Staphylococci are ubiquitous inhabitants of the skin and mucous membranes of humans and other mammals. They exist in a commensal relationship until a breach in a cutaneous or mucosal barrier permits staphylococci access to deeper tissues and the bloodstream or until a foreign body or medical device provides a foothold. The production of coagulase, an enzyme that clots plasma, distinguishes Staphylococcus aureus from other medically important staphylococci. Those that do not produce coagulase are grouped collectively as coagulase-negative staphylococci (CoNS) and represent the most common resident bacteria of humans. All staphylococci are nonmotile, non–spore-forming, facultative anaerobic bacteria. In gram-stained specimens, they appear as gram-positive cocci in clusters, as well as in pairs and tetrads. Peptidoglycans and lipoteichoic acids form the basic cell wall structures of staphylococci, and most exhibit microcapsule formation. Colony morphology followed by selected biochemical reactions allows identification of pathogenic staphylococci. Typical 24-hour S aureus colonies are larger, yellow pigmented, and surrounded by a small zone of hemolysis. Colonies of Staphylococcus epidermidis are typically small, white or beige, and approximately 1 to 2 mm in diameter after overnight incubation. Small-colony variants of S aureus, important in some persistent infections, may be missed initially because of their pinpoint size. Staphylococcal colonies in general will be catalase-positive, distinguishing them from streptococci.
PATHOGENESIS AND EPIDEMIOLOGY
Most infections attributed to CoNS are facilitated by the formation of biofilm on host tissue or medical device surfaces. CoNS can attach directly to foreign bodies via hydrophobic interactions mediated by cell wall–anchored proteins, the surface charge of teichoic acids, and van der Waals forces. Host extracellular matrix and plasma proteins including fibrinogen, fibronectin, and collagen can cover foreign bodies and serve as additional attachment sites for CoNS via covalent binding with staphylococcal cell wall–anchored adhesins. Following attachment, the bacteria multiply to form multilayered cell aggregates mediated by polysaccharide intercellular adhesin and proteinaceous adhesins resulting in biofilm formation. Biofilms are key to the pathogenesis of foreign body–associated infections, providing CoNS with a physical barrier to evade both host immune responses and systemic antimicrobial therapy. Staphylococcus saprophyticus is uniquely outfitted as a genitourinary pathogen because of a novel cell wall–anchored protein involved in adherence to uroepithelial cells, redundant urine adaptive transporter systems, and urease. The virulence factors for Staphylococcus lugdunensis are unclear but likely involve its production of extracellular glycocalyx, which assists immune evasion, and enzymes such as esterase, protease, and lipases, which facilitate tissue invasion.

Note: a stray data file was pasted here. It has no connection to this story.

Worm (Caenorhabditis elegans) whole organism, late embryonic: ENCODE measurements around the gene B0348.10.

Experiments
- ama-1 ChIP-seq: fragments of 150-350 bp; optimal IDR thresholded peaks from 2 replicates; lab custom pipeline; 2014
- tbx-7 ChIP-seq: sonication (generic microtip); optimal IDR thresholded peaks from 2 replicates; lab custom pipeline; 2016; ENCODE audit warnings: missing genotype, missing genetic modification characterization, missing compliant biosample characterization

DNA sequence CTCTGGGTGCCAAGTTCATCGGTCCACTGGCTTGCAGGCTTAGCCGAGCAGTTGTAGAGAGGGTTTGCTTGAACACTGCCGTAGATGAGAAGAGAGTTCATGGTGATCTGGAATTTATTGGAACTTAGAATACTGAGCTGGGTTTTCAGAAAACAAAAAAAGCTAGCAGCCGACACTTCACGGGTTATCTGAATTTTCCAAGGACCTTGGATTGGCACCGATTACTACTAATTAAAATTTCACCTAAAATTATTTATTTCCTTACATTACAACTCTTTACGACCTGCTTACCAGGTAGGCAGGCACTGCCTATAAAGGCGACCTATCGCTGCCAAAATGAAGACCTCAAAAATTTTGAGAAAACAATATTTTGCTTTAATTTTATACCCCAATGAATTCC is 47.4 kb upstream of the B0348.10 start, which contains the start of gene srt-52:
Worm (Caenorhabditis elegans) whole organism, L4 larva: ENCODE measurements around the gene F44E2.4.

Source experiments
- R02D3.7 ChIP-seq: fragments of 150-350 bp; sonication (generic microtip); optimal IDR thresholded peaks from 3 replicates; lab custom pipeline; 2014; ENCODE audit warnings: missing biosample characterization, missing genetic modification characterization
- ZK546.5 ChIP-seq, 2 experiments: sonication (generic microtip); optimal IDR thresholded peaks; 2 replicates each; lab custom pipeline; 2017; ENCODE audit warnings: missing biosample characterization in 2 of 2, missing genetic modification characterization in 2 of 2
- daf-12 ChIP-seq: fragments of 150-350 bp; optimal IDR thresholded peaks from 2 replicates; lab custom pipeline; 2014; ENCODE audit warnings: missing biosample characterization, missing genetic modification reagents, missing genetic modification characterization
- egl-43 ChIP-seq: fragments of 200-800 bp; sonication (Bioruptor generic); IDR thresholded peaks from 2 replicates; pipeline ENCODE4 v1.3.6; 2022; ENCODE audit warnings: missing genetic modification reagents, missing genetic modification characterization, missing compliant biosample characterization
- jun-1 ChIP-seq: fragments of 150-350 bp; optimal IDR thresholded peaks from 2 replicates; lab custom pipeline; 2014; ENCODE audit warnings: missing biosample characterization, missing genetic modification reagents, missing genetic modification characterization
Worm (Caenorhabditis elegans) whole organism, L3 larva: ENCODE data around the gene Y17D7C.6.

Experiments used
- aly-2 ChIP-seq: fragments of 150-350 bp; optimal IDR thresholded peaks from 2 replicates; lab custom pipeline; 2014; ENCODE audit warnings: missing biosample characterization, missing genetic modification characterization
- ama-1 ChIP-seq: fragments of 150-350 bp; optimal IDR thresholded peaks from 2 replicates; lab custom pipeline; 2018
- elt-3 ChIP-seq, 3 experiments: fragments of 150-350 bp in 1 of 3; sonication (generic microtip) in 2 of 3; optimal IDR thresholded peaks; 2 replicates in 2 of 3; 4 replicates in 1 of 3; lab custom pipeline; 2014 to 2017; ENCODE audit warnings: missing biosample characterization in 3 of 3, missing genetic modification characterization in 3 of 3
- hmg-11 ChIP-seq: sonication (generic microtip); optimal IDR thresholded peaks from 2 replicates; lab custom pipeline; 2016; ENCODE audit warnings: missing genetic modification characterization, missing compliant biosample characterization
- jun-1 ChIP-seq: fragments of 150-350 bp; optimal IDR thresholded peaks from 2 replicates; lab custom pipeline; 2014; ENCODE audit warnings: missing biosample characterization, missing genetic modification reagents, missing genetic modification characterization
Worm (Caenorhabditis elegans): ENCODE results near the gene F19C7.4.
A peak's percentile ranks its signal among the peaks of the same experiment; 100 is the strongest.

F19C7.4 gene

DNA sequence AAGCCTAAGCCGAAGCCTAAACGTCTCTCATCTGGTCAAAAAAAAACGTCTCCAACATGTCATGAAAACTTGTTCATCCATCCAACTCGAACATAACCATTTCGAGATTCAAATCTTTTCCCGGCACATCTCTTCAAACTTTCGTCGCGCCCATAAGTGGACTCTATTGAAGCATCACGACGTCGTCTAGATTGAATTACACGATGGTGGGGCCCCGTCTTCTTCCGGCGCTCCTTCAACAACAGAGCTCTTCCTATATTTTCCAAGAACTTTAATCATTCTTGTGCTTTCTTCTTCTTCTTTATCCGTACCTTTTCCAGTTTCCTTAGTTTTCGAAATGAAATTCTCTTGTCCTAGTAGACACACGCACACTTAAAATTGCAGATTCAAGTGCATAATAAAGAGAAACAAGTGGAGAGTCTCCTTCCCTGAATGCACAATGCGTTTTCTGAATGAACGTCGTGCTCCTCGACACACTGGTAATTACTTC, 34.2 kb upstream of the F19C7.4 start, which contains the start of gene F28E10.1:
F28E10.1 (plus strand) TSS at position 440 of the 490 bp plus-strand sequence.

CoNS colonize virtually all normal skin with a predilection for areas of higher humidity, such as the anterior nares, axillae, inguinal and gluteal regions, umbilicus, the antecubital and popliteal spaces, as well as conjunctiva. Because of the commensal nature of the CoNS, they are often recovered in specimens from superficial sites and may be recovered from body fluids and deep sites when inadequate or improper collection techniques have been employed. Recovery of CoNS from a normally sterile ...